When I made my tool chest I opted for an-off-the-shelf powdered milk paint that you mix yourself. I was pleased with the finish once it was sealed with a couple coats of linseed oil. However one thing nagged at me. Due to the nature of powdered milk paint, it was not good fun trying to cut in and get a crisp edge. I reflected also that perhaps it was a bit of a dead end for me as I was aiming to find an authentic and easier-to-use paint finish for the projects I like making, and I could not imagine milk paint being appropriate for me in most of those cases.
So it was back to the drawing board. In our workshops we have used linseed oil paint for some of the external joinery we make, so that became my next line of enquiry and it was much more fruitful in terms of authenticity. Linseed oil paint works much more readily than the milk paint I used. To reassure me further I took to reading up – and two sources were very helpful, one new and one old. The new is Stephen Shepherd’s book “Shellac, Linseed Oil & Paint” and the old is Peter Nicholson’s “The Mechanic’s Companion.”
Shepard’s book is excellent and a very worthy purchase for those who are interested in traditional finishes of the19th century (and extra uses for garlic) and Peter Nicholson’s work is an informative period reference which shows there is more to offer in his work beyond the tools and the bench. A word of warning though: If you do undertake researching and making your own paints, be very cautious of the older text and interacting with old paint. Older text is not your “How-To Guide.” It should be treated as historical practice. One of the constituent parts of nearly all old paint finishes is lead, and that is something you must not use just because it says so in an old book. Paints containing lead have been outlawed for some time due to their heath hazards so avoid lead with good reason. Thankfully lead is not essential to linseed oil paint but even then if you do choose to make your own paint, make sure you follow all the manufacturer’s guidance and warnings to protect your health.
If that’s enough to give you the heebie-jeebies don’t revert back to milk paint just yet; simply buy some ready-made linseed oil paint and give it a try.
So after consulting the texts, one thing I seemed to miss was a basic recipe for paint so I just got stuck in. Liberon* had all the bits required. I bought small tubs of Liberon pigment, some boiled linseed oil and some turpentine.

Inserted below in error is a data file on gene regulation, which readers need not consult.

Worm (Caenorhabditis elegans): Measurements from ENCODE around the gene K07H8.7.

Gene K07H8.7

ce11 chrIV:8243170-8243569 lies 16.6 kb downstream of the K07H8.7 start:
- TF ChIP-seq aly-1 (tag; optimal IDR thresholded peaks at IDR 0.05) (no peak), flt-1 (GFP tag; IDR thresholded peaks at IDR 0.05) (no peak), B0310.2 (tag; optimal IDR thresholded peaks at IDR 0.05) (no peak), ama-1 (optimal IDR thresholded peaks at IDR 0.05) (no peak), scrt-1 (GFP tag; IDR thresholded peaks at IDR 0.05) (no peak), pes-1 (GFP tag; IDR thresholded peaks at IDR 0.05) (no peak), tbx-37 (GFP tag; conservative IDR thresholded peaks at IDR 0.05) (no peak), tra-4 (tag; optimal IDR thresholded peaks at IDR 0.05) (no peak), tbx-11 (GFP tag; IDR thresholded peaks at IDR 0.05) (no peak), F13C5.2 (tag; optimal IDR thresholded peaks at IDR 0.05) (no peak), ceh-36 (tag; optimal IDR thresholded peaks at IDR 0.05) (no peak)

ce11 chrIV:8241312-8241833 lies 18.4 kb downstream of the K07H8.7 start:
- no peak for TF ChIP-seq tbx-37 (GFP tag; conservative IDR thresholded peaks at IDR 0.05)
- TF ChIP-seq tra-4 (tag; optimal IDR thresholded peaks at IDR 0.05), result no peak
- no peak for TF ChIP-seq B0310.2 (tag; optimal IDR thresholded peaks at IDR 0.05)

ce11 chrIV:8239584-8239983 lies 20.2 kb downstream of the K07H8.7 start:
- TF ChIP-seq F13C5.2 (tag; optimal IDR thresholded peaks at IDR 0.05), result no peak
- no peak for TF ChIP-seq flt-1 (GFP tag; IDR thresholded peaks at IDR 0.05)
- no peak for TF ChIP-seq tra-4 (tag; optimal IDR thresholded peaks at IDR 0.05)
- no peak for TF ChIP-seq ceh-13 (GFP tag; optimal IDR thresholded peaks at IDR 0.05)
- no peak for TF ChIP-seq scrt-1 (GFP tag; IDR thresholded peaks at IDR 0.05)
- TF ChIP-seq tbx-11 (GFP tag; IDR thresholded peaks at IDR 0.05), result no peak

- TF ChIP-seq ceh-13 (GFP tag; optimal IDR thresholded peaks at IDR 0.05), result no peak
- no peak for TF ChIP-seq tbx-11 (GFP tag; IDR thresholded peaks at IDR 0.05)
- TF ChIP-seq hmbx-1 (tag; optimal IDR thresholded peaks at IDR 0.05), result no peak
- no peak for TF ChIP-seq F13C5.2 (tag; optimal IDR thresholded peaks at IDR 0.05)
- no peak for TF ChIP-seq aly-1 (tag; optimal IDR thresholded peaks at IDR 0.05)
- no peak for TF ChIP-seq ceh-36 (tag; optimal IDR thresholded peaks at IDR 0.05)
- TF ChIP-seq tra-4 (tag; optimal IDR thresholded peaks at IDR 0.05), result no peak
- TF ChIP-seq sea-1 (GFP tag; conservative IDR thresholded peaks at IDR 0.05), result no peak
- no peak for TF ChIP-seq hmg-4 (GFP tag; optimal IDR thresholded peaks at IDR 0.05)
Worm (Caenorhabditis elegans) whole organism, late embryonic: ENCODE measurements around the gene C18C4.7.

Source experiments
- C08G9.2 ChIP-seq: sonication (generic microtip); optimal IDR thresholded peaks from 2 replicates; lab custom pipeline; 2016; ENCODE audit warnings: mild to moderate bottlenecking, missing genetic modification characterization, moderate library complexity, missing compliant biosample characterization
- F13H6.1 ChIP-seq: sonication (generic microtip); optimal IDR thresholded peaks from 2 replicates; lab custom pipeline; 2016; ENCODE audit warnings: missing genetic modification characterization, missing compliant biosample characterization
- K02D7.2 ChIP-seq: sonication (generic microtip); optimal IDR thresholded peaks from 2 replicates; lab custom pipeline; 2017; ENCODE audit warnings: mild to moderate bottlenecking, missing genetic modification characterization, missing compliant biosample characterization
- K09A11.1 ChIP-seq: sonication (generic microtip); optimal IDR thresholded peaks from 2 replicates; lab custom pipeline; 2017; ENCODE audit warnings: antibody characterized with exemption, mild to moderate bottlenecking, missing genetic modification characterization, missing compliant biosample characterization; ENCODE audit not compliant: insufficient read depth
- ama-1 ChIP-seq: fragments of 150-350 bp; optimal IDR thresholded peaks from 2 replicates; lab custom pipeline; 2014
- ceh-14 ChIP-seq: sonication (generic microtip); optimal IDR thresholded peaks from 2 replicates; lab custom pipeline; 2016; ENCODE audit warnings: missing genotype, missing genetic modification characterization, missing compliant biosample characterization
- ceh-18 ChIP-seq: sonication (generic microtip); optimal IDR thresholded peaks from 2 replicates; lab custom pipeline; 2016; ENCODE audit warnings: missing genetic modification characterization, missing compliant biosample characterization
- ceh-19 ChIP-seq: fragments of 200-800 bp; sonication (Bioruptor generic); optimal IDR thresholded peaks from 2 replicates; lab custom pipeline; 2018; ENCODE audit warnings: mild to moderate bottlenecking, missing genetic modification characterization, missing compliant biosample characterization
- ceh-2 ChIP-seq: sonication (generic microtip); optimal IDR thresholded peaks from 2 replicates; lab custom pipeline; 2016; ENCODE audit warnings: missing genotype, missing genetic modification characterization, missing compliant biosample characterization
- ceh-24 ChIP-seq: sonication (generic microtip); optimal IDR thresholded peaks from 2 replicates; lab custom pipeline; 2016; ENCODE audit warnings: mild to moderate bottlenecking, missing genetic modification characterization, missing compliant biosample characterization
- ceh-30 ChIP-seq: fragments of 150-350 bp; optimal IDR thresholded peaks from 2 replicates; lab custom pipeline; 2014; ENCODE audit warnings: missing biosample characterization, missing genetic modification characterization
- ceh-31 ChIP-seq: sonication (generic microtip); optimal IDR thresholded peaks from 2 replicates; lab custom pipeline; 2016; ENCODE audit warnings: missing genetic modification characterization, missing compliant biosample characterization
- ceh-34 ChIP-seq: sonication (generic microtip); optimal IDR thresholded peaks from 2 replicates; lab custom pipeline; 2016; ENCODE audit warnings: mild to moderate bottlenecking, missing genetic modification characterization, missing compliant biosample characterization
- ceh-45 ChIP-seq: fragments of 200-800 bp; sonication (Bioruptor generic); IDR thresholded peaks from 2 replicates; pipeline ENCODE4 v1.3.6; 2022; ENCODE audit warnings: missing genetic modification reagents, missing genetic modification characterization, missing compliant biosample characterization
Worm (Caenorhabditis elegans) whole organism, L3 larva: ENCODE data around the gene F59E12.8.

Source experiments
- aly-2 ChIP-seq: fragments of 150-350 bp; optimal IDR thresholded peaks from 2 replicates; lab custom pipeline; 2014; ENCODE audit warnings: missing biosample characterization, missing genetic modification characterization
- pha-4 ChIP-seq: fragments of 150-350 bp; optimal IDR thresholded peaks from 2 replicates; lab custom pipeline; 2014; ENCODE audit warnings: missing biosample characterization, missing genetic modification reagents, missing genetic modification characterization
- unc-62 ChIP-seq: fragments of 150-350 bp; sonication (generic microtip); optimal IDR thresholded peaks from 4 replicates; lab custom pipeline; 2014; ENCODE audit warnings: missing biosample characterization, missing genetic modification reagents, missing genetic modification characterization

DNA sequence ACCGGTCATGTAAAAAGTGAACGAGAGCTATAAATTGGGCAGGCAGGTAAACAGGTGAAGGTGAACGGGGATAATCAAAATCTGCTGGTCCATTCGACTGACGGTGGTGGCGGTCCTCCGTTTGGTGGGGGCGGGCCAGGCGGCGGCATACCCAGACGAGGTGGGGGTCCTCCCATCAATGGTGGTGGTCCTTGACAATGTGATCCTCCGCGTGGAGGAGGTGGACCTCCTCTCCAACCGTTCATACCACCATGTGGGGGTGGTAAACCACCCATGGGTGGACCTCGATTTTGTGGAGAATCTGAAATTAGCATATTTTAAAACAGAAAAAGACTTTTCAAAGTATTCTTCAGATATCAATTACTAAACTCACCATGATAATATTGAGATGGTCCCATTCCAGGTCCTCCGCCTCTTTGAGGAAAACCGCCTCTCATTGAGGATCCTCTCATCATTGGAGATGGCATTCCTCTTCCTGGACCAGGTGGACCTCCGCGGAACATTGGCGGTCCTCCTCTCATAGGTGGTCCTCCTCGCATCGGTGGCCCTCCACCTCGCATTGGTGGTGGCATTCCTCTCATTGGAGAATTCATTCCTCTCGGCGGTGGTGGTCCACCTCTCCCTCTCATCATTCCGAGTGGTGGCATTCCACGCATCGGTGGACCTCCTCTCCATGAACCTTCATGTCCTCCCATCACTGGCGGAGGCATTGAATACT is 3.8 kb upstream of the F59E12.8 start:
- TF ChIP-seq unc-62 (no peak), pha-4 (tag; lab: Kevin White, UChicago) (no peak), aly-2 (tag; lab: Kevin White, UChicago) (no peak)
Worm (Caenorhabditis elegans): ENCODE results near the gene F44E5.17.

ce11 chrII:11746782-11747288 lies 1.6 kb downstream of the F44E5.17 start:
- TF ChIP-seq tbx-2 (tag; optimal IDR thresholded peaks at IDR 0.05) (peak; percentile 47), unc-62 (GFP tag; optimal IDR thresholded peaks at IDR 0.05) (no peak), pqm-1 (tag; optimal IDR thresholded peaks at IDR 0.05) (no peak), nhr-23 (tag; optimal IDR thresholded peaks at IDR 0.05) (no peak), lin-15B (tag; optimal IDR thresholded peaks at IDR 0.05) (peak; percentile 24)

The first coat is the primer coat and this needs to be thinned more than the following coats. I made this with a 50 percent linseed oil and 50 percent turpentine mix and enough pigment to give the colour I wanted. As this is new territory for me, I tried the primer on a scrap board; the last thing I want to do is ruin a project at the last moment. This primer I made created a colour wash of sorts that leads me to think I could have used a touch more pigment (see the above) – but not too much, as the primer needs to be thin to key nicely .
The following full coats I’m applying will be a ratio of two parts boiled linseed oil, one part pigment and a small dash of turpentine. You can see the first coat over the primer in the first photo. This will be applied in thin coats and allowed to dry. With the off-the-shelf linseed oil paints I have found drying is best done in natural but not direct sun light, because UV helps cure the paint. However, this is not a fast-drying acrylic so you will potentially need to wait two to four days before applying the next coat (I’ll confirm my drying times for you once I’m done).
If that all sounds a lot of faffing about I understand that and the modern off-the-shelf paints and ready-made linseed oil paints are very good options. But what gets my juices flowing is an element of discovery in my work. And on the basis I hope my projects will potentially last for many decades (if not longer) waiting a while to get the finish how I want it is OK by me. This paint finish is being applied to my boarded chest project. Once dried and finished I’ll share some photos so you can judge the finish for yourselves.
— Graham Haydon
* Liberon is available online and in most woodworking stores in the United States.